Ax Plays Brahms
September 13, 2019 | Hill Auditorium
Behind the Music
Serene, pastoral, and deceptively simple–no piece has come to define Aaron Copland’s reputation as the “American voice” of classical music more than the great American ballet, Appalachian Spring. We travel to the fields of Galánta with the composer, Zoltán Koldáy to continue our dance-inspired evening in Hill Auditorium. His Dances of Galánta holds a deeply personal meaning discovered by weaving through the Hungarian folk melodies from his childhood spent in Galánta surrounded by stunning orchestral colors. The distinct and fiery rhythms of Hungarian dances return and close the program with a performance of Brahms’ Piano Concerto No. 2, op. 83 in B-flat major featuring celebrate pianist, Emanuel Ax.
COPLAND Appalachian Spring
KODÁLY Dances of Galánta
BRAHMS Piano Concerto No. 2, Op. 83 in B-flat major
Emanuel Ax, piano
We open our 91st season with the world-renowned acoustics of Hill Auditorium.
Emanuel Ax, Piano
Born in modern day Lvov, Poland, Emanuel Ax moved to Winnipeg, Canada with his family when he was a young boy. His studies at the Juilliard School were supported by the sponsorship of the Epstein Scholarship Program of the Boys Clubs of America, and he subsequently won the Young Concert Artists Award (just like this season’s featured cellist Zlatomir Fung!). Additionally, he attended Columbia University where he majored in French. Ax made his New York debut in the Young Concert Artists Series, and captured public attention in 1974 when he won the first Arthur Rubinstein International Piano Competition in Tel Aviv. In 1975 he won the Michaels Award of Young Concert Artists followed four years later by the coveted Avery Fisher Prize.
Always a committed exponent of contemporary composers, with works written for him by John Adams, Christopher Rouse, Krzysztof Penderecki, Bright Sheng, and Melinda Wagner already in his repertoire, most recently he has added HK Gruber’s Piano Concerto and Samuel Adams’s “Impromptus”.
Mr. Ax has received GRAMMY® Awards for the second and third volumes of his cycle of Haydn’s piano sonatas. He has also made a series of Grammy-winning recordings with cellist Yo-Yo Ma of the Beethoven and Brahms sonatas for cello and piano. His other recordings include the concertos of Liszt and Schoenberg, three solo Brahms albums, an album of tangos by Astor Piazzolla, and the premiere recording of John Adams’s Century Rolls with the Cleveland Orchestra for Nonesuch. In the 2004/05 season Mr. Ax also contributed to an International EMMY® Award-Winning BBC documentary commemorating the Holocaust that aired on the 60th anniversary of the liberation of Auschwitz. In 2013, Mr. Ax’s recording Variations received the Echo Klassik Award for Solo Recording of the Year (19th century music/Piano)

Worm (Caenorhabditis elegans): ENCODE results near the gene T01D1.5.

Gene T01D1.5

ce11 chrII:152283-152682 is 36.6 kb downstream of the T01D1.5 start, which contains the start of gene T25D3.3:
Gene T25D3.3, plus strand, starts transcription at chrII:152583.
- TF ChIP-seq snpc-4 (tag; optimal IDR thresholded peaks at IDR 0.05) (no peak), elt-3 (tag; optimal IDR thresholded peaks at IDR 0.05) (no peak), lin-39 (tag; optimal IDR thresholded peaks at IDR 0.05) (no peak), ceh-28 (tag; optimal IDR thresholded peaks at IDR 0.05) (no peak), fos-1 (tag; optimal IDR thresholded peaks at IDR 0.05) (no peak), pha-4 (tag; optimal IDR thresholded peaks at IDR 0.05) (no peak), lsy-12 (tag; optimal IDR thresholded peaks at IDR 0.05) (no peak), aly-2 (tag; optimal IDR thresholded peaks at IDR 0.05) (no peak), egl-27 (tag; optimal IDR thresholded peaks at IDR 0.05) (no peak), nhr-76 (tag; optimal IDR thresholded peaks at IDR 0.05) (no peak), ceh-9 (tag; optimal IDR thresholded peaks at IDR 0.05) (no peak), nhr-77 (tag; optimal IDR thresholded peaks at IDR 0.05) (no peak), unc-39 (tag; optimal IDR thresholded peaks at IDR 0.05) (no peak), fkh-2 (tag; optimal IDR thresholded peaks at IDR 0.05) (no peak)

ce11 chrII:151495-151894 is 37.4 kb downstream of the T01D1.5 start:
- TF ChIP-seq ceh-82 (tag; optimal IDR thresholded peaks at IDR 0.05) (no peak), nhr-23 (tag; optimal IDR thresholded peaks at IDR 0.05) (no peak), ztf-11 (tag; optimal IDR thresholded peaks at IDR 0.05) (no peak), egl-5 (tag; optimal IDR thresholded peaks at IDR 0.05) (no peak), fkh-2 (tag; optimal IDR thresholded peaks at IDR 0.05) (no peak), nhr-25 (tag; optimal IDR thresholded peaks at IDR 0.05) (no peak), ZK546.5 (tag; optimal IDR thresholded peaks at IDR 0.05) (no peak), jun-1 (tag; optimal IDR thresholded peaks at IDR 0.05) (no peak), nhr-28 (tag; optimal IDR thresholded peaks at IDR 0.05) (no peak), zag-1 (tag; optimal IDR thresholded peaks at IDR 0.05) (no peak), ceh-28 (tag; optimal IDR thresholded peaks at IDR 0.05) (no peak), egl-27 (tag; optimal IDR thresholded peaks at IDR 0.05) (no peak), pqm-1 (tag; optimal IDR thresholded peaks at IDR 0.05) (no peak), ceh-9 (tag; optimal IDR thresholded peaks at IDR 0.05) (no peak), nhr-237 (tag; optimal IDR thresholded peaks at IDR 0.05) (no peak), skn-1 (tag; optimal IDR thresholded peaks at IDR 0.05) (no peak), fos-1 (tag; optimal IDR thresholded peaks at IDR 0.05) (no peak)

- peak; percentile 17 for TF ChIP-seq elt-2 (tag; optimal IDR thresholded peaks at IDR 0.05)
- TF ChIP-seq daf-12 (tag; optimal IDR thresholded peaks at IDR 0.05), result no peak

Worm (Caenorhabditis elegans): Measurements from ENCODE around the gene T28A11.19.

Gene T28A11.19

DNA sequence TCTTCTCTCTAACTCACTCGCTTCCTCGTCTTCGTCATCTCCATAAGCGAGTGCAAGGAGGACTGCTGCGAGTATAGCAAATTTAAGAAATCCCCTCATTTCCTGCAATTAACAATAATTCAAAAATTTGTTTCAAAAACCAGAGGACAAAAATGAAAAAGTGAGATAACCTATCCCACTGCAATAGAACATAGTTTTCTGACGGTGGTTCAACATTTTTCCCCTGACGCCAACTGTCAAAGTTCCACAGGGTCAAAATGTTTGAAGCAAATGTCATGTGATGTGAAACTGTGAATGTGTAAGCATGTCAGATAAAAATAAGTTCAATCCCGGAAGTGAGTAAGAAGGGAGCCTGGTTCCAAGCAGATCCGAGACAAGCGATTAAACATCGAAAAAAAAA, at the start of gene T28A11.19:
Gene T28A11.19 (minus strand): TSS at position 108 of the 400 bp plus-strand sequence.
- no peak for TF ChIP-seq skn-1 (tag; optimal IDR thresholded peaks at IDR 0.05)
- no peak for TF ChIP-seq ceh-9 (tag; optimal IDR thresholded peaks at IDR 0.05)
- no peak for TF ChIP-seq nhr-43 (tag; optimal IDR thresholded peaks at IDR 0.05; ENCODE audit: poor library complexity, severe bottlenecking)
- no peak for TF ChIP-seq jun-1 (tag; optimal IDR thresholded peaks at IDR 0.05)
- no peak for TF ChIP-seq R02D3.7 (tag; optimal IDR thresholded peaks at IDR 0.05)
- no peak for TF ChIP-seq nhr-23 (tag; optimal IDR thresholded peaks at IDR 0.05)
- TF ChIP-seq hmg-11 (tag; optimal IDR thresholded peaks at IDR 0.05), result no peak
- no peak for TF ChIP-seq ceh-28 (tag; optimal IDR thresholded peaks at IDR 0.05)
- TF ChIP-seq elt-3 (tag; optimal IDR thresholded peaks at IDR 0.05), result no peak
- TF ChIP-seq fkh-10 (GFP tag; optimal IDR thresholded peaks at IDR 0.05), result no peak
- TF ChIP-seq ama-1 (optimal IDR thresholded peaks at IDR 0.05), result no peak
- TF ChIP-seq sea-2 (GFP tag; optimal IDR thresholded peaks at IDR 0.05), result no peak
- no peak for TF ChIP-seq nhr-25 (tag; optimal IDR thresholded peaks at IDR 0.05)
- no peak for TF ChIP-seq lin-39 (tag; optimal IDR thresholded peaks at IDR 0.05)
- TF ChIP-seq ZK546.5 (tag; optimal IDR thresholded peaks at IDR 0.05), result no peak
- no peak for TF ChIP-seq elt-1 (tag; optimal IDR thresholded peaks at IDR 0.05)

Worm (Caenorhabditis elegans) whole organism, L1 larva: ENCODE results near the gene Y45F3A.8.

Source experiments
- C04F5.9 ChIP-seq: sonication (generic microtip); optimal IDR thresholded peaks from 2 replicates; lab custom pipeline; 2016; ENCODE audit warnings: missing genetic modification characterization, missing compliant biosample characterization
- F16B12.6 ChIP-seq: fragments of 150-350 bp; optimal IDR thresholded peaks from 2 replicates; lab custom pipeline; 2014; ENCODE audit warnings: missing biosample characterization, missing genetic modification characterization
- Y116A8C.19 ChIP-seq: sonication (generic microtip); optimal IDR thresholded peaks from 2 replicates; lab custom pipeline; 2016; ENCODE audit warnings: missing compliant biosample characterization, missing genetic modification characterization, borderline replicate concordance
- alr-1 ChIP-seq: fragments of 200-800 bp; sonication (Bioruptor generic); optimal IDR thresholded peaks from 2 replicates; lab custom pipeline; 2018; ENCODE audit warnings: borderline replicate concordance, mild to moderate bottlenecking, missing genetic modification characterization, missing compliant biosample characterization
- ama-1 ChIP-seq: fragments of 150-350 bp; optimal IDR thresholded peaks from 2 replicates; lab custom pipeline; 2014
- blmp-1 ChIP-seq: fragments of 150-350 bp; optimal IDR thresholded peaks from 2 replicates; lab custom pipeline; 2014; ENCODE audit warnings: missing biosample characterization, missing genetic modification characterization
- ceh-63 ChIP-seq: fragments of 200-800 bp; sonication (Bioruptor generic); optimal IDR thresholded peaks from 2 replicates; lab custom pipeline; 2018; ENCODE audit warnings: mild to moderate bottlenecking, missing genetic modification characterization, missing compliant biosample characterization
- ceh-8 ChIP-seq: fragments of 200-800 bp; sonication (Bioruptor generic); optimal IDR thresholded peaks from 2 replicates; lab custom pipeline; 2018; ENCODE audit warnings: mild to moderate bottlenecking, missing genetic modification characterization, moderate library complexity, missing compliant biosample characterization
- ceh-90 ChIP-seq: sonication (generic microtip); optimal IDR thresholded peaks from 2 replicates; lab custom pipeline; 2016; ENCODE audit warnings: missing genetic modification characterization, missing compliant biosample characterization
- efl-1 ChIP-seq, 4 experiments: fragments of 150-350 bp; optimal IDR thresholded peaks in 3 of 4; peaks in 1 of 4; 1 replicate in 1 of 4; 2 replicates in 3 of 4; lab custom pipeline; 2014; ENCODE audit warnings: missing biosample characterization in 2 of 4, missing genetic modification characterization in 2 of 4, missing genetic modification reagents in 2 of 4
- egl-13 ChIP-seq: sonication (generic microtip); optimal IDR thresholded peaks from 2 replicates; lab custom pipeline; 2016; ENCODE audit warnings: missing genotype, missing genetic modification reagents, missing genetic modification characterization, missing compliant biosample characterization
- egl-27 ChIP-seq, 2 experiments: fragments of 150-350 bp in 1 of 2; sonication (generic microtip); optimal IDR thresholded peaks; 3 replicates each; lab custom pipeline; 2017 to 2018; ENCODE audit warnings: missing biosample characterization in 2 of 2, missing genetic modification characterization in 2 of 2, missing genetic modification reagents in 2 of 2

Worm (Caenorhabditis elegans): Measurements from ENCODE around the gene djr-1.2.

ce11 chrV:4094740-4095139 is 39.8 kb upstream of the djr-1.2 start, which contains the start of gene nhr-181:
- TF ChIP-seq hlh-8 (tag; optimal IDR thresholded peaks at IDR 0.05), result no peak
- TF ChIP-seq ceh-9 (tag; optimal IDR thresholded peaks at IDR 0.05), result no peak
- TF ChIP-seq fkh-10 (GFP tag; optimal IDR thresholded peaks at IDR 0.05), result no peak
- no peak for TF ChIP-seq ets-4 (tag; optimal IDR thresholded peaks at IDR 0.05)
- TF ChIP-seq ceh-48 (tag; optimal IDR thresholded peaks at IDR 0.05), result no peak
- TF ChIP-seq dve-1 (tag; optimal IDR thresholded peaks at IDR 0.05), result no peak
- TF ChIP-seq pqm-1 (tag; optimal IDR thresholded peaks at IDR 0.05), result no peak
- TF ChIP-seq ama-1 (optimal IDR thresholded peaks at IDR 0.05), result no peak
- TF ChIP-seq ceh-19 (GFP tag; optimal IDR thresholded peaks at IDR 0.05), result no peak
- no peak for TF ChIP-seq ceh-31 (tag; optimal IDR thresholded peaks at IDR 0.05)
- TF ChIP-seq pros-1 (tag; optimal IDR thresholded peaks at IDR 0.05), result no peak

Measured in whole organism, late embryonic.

Mr. Ax resides in New York City with his wife, pianist Yoko Nozaki. They have two children, Joseph and Sarah. He is a Fellow of the American Academy of Arts and Sciences and holds honorary doctorates of music from Skidmore College, Yale University, and Columbia University.
The Hungarian Influence
In 1850, Brahms was introduced to Eduard Remenyi, a Hungarian refugee and violinist. Remenyi opened up Brahms to a whole new world of folk and roma music that left a lasting impression on his compositional style. The thundering cheer of Brahms’ Hungarian Dances takes over in the fourth movement of his Piano Concerto No. 2, Op. 83 in B-flat major.
Aaron Copland’s music has come to represent a sense of place. From the western plains to urban metropolises, Copland had an undeniable talent for painting the landscapes of American beauty. Despite its title and current association with the area, Appalachian Spring was originally composed free from the thought of the natural Appalachian landscape. Copland and Martha Graham worked to create a ballet exploring life in a rural Pennsylvania town with music that outlined human characteristics and unfolded programmatically.
by the numbers
Brahms Piano Concerto No. 2 Duration (mins)
Appalachian Spring commission fee for Copland from Martha Graham (dollars)
Musicians in Your A2SO
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